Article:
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I was wondering what biological limitations make the dimension of the insects small compared to the dimension of the mammals. I know in other eras insect were bigger!

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@terdon Mothra is that I was searching! Thanks a lot! ;-) – G M Nov 12 '13 at 18:22

The standard answer to this question is - it's down to the delivery of oxygen to respiring tissues. Insects depend upon a process that is essentially diffusion-driven (via spiracles and the tracheal system) whereas vertebrates have a circulatory system that allows oxygen absorbed in the lungs to be carried via the blood to peripheral tissues. And of course the blood contains specialised carrier cells (red cells) which in turn are packed with haemoglobin which acts as a molecular carrier for oxygen.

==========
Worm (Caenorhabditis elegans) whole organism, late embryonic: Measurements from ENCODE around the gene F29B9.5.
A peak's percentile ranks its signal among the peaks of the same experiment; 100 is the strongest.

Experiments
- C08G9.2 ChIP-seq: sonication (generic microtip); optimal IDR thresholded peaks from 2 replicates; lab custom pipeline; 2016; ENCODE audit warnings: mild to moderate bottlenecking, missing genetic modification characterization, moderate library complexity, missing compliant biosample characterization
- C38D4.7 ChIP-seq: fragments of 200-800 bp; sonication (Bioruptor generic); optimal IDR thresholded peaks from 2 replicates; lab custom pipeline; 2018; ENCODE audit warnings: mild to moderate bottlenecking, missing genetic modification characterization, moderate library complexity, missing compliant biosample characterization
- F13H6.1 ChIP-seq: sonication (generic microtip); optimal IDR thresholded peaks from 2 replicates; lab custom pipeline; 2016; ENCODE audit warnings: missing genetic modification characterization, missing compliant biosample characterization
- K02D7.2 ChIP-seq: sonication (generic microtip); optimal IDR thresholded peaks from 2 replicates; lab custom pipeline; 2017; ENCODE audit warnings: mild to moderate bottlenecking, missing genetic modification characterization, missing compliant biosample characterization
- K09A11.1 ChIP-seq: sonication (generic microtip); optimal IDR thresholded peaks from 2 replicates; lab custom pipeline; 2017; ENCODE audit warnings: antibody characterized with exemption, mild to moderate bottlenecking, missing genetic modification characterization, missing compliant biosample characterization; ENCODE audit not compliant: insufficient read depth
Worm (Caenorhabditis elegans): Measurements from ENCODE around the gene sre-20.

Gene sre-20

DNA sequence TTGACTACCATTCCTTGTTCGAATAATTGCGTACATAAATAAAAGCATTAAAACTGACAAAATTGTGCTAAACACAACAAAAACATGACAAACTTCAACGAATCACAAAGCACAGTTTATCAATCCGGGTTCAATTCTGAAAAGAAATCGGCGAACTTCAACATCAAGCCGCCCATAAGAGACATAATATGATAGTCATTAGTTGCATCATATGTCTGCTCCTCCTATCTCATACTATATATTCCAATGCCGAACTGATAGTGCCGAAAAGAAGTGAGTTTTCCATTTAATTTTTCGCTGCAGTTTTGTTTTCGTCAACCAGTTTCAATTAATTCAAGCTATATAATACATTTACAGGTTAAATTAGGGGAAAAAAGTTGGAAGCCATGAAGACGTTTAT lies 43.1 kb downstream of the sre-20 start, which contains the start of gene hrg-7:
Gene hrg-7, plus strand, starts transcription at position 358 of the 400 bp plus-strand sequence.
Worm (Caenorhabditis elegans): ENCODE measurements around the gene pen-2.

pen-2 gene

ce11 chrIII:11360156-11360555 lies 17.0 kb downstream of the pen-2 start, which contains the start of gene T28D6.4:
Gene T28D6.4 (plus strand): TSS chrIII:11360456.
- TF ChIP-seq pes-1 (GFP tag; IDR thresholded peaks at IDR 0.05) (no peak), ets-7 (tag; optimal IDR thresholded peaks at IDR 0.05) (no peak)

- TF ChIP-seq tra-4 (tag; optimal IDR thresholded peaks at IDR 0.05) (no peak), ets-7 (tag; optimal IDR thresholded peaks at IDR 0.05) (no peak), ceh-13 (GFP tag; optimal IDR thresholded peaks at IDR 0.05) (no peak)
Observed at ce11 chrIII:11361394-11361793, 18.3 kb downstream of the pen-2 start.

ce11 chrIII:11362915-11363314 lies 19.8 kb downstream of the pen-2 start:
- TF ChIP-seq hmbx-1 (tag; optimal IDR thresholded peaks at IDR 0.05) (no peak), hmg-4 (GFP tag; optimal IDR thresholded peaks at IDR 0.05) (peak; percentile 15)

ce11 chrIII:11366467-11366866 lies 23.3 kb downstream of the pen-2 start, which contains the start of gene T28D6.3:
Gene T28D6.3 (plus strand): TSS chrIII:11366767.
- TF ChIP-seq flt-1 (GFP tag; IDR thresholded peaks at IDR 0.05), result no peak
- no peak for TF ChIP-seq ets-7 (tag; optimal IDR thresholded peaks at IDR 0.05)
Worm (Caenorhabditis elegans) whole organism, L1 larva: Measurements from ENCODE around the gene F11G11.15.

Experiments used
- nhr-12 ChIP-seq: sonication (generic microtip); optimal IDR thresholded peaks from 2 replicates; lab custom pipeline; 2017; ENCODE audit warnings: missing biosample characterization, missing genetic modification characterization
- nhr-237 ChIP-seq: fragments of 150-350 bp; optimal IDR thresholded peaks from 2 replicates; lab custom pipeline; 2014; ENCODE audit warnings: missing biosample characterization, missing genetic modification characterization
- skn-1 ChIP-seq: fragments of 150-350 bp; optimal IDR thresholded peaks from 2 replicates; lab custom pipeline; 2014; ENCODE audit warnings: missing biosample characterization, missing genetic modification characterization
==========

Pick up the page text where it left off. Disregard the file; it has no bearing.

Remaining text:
The giant dragonflies of the Carboniferous (Meganeura) existed at a time when oxygen levels in the atmosphere were much higher than now (32.5% vs 20.9%), so the diffusion-driven gas exchange system could support a larger body size.

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